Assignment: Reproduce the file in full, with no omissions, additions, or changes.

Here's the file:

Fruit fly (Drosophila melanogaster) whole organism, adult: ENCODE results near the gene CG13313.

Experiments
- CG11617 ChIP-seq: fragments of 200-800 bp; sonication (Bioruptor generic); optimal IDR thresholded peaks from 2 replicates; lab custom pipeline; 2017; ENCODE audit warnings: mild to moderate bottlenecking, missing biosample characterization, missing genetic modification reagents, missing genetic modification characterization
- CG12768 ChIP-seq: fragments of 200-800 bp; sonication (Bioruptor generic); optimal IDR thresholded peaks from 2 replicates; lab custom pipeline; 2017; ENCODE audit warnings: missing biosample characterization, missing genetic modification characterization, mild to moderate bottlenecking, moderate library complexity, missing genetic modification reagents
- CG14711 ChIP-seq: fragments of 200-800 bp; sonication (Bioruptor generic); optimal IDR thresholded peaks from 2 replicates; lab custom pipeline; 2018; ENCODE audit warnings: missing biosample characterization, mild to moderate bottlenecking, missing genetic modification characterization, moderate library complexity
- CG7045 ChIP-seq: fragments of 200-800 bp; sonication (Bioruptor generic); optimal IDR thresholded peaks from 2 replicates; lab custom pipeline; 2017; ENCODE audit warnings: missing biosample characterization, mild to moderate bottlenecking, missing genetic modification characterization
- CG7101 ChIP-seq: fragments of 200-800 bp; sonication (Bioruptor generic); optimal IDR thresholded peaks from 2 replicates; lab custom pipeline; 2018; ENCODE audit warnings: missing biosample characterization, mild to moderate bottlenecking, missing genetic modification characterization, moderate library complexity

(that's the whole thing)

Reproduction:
Fruit fly (Drosophila melanogaster) whole organism, adult: ENCODE results near the gene CG13313.

Experiments
- CG11617 ChIP-seq: fragments of 200-800 bp; sonication (Bioruptor generic); optimal IDR thresholded peaks from 2 replicates; lab custom pipeline; 2017; ENCODE audit warnings: mild to moderate bottlenecking, missing biosample characterization, missing genetic modification reagents, missing genetic modification characterization
- CG12768 ChIP-seq: fragments of 200-800 bp; sonication (Bioruptor generic); optimal IDR thresholded peaks from 2 replicates; lab custom pipeline; 2017; ENCODE audit warnings: missing biosample characterization, missing genetic modification characterization, mild to moderate bottlenecking, moderate library complexity, missing genetic modification reagents
- CG14711 ChIP-seq: fragments of 200-800 bp; sonication (Bioruptor generic); optimal IDR thresholded peaks from 2 replicates; lab custom pipeline; 2018; ENCODE audit warnings: missing biosample characterization, mild to moderate bottlenecking, missing genetic modification characterization, moderate library complexity
- CG7045 ChIP-seq: fragments of 200-800 bp; sonication (Bioruptor generic); optimal IDR thresholded peaks from 2 replicates; lab custom pipeline; 2017; ENCODE audit warnings: missing biosample characterization, mild to moderate bottlenecking, missing genetic modification characterization
- CG7101 ChIP-seq: fragments of 200-800 bp; sonication (Bioruptor generic); optimal IDR thresholded peaks from 2 replicates; lab custom pipeline; 2018; ENCODE audit warnings: missing biosample characterization, mild to moderate bottlenecking, missing genetic modification characterization, moderate library complexity